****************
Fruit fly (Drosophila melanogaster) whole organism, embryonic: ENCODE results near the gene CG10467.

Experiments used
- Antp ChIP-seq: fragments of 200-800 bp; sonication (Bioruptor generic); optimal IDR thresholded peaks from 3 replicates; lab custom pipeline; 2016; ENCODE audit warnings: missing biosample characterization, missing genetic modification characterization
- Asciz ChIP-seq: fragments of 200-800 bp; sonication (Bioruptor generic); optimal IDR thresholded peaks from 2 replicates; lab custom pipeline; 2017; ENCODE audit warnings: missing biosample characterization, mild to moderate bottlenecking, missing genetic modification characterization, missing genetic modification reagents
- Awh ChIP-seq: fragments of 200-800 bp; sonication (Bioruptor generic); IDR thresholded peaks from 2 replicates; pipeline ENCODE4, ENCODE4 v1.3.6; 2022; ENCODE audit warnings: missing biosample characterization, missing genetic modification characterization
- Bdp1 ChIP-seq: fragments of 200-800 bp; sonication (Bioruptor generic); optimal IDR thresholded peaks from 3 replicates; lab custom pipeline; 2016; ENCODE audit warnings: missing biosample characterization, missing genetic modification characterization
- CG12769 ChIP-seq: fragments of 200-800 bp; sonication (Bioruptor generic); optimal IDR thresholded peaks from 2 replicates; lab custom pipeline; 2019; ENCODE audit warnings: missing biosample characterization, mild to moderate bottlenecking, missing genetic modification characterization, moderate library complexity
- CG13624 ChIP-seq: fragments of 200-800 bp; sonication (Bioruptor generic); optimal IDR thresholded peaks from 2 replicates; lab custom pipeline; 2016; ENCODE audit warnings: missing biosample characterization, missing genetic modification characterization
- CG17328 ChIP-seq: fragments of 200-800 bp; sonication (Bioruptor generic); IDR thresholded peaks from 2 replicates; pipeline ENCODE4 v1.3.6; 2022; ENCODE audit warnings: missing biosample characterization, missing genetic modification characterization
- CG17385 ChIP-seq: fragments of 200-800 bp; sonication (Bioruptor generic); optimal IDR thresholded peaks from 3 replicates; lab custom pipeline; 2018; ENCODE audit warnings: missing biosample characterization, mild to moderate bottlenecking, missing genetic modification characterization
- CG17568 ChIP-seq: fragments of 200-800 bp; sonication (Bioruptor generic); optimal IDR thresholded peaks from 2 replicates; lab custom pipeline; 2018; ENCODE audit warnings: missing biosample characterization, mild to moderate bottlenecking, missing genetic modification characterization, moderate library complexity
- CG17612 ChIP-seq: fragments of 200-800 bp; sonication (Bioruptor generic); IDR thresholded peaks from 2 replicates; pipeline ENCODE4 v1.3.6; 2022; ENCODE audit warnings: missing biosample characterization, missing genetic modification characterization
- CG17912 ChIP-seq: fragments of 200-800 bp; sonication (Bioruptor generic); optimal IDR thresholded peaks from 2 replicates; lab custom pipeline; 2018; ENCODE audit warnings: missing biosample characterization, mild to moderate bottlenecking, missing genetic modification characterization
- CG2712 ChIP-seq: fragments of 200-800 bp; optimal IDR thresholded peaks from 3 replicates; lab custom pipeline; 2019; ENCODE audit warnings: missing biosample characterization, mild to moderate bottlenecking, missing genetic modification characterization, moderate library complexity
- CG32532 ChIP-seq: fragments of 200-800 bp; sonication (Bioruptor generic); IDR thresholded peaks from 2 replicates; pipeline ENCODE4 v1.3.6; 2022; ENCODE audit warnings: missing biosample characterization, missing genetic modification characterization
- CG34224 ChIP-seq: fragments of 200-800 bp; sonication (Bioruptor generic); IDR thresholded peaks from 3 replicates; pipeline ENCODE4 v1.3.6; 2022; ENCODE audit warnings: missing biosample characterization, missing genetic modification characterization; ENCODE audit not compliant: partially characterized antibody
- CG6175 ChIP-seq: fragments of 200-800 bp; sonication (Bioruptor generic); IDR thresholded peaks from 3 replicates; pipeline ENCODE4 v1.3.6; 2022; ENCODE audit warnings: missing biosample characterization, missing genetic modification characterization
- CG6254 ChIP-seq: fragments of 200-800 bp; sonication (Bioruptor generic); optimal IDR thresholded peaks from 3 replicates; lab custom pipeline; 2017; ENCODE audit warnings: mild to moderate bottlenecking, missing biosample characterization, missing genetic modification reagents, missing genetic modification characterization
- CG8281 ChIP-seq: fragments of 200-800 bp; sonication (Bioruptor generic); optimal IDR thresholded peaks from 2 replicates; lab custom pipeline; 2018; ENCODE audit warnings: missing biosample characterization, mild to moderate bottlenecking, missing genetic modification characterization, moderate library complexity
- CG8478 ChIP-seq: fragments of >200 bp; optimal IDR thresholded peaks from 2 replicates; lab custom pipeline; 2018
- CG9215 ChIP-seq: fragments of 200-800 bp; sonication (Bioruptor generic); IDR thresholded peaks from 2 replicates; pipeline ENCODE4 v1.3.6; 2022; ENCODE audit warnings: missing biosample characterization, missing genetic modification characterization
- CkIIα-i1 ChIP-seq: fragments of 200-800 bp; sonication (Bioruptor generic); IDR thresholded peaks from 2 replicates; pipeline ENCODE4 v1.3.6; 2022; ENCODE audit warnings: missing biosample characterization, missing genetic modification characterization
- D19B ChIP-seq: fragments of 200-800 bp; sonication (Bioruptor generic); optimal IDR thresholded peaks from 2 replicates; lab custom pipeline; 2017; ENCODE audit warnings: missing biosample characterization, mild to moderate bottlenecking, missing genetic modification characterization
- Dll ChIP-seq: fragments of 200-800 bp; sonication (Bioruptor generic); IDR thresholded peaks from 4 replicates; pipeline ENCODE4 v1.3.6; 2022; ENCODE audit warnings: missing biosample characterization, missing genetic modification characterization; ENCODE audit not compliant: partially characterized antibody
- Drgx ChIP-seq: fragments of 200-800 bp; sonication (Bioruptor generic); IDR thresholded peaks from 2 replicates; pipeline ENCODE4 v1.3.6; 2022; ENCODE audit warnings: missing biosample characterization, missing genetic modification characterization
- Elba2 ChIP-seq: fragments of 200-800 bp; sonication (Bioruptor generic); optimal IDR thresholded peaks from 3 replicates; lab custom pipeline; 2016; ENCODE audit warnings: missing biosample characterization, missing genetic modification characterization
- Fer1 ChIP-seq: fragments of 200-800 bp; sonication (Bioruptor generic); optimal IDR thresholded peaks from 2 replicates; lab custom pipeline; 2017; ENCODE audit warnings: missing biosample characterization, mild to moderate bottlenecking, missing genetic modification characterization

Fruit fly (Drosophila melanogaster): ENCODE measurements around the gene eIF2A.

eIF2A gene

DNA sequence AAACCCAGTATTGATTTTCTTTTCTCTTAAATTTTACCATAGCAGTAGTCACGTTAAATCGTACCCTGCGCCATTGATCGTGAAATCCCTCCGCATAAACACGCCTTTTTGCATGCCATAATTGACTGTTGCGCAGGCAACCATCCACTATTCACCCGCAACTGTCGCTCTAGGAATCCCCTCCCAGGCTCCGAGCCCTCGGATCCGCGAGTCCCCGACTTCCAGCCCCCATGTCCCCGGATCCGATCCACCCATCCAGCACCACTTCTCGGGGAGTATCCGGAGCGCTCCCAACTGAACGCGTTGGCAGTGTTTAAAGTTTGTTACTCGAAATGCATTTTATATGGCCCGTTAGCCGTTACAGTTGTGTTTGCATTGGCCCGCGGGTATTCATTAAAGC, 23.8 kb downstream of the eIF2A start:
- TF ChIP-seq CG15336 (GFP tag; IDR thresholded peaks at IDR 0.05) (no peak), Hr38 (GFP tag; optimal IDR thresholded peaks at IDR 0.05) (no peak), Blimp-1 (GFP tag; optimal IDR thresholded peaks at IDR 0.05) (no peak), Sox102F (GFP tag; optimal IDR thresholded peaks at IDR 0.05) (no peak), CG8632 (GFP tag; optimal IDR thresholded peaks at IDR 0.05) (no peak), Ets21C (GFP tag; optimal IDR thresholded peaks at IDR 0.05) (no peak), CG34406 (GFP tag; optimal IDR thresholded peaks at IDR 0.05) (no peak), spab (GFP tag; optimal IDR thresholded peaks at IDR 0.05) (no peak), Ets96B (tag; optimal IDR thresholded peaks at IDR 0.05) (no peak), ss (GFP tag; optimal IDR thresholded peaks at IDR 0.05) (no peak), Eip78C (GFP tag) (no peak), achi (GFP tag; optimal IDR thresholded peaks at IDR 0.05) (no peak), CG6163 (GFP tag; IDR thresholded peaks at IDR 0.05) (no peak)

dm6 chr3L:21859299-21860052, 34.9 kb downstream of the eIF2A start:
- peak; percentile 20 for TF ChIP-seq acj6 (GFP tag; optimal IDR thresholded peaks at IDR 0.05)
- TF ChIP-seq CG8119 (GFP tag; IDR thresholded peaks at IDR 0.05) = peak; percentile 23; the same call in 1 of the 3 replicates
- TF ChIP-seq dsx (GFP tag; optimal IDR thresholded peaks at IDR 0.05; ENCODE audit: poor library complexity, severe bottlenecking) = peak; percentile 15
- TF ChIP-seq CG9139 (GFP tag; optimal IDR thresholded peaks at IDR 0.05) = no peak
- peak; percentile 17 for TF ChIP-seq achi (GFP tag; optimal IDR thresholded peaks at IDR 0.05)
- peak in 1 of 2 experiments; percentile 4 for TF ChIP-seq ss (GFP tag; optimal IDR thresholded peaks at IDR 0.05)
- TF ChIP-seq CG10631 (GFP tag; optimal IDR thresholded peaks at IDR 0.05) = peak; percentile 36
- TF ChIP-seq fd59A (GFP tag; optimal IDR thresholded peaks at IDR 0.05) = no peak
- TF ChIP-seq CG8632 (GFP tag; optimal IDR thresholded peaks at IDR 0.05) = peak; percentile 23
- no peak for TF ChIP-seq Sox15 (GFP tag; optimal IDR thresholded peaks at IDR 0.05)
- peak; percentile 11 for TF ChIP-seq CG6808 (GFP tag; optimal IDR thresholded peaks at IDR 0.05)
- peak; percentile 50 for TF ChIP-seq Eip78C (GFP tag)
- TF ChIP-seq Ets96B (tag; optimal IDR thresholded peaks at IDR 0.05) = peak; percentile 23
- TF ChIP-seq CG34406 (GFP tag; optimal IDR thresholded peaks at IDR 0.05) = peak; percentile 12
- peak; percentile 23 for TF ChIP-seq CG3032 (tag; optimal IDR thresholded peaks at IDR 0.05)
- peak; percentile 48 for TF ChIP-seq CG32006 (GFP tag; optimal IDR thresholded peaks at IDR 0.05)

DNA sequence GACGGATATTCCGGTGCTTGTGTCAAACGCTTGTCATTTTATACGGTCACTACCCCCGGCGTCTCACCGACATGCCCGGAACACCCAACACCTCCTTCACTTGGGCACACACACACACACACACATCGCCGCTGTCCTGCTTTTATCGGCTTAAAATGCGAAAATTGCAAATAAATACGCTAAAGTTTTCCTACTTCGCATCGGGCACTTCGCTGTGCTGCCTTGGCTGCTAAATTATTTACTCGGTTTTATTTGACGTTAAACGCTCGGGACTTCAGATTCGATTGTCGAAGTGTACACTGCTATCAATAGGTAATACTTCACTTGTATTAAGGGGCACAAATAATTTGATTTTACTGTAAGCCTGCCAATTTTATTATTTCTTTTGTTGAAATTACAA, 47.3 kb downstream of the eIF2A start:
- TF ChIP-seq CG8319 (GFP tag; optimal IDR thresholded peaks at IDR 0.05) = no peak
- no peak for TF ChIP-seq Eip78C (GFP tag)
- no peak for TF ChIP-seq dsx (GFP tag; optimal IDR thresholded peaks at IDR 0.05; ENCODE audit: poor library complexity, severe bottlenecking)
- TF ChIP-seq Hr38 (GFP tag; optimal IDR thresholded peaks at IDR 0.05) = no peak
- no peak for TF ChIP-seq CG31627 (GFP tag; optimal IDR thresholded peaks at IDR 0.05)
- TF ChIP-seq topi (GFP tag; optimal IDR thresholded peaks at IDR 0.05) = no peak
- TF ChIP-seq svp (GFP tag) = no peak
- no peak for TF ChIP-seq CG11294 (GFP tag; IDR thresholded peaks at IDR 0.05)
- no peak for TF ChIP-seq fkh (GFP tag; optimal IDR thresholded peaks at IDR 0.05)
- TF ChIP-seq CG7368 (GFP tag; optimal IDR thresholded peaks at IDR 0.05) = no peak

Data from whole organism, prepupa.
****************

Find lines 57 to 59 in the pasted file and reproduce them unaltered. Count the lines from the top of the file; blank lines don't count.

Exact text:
- no peak for TF ChIP-seq CG11294 (GFP tag; IDR thresholded peaks at IDR 0.05)
- no peak for TF ChIP-seq fkh (GFP tag; optimal IDR thresholded peaks at IDR 0.05)
- TF ChIP-seq CG7368 (GFP tag; optimal IDR thresholded peaks at IDR 0.05) = no peak